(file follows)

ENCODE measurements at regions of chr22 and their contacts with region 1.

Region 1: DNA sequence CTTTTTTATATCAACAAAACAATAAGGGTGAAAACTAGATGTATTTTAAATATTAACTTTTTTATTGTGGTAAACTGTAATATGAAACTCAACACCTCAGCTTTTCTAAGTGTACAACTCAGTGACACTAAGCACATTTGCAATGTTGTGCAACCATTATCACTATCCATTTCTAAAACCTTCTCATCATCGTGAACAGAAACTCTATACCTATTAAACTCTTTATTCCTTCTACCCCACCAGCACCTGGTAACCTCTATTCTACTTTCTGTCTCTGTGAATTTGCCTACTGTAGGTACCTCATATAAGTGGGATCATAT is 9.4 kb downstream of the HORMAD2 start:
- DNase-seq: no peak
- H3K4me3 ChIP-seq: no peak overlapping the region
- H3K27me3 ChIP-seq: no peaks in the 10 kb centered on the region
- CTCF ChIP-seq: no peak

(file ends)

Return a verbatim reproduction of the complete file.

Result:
ENCODE measurements at regions of chr22 and their contacts with region 1.

Region 1: DNA sequence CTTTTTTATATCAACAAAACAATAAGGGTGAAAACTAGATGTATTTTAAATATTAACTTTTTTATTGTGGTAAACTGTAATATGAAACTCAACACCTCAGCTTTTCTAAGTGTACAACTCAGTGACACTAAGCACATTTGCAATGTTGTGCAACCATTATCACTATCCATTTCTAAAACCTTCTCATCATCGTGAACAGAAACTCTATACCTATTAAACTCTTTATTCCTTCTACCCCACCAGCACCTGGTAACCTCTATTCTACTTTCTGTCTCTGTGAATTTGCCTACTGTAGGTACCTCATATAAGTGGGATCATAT is 9.4 kb downstream of the HORMAD2 start:
- DNase-seq: no peak
- H3K4me3 ChIP-seq: no peak overlapping the region
- H3K27me3 ChIP-seq: no peaks in the 10 kb centered on the region
- CTCF ChIP-seq: no peak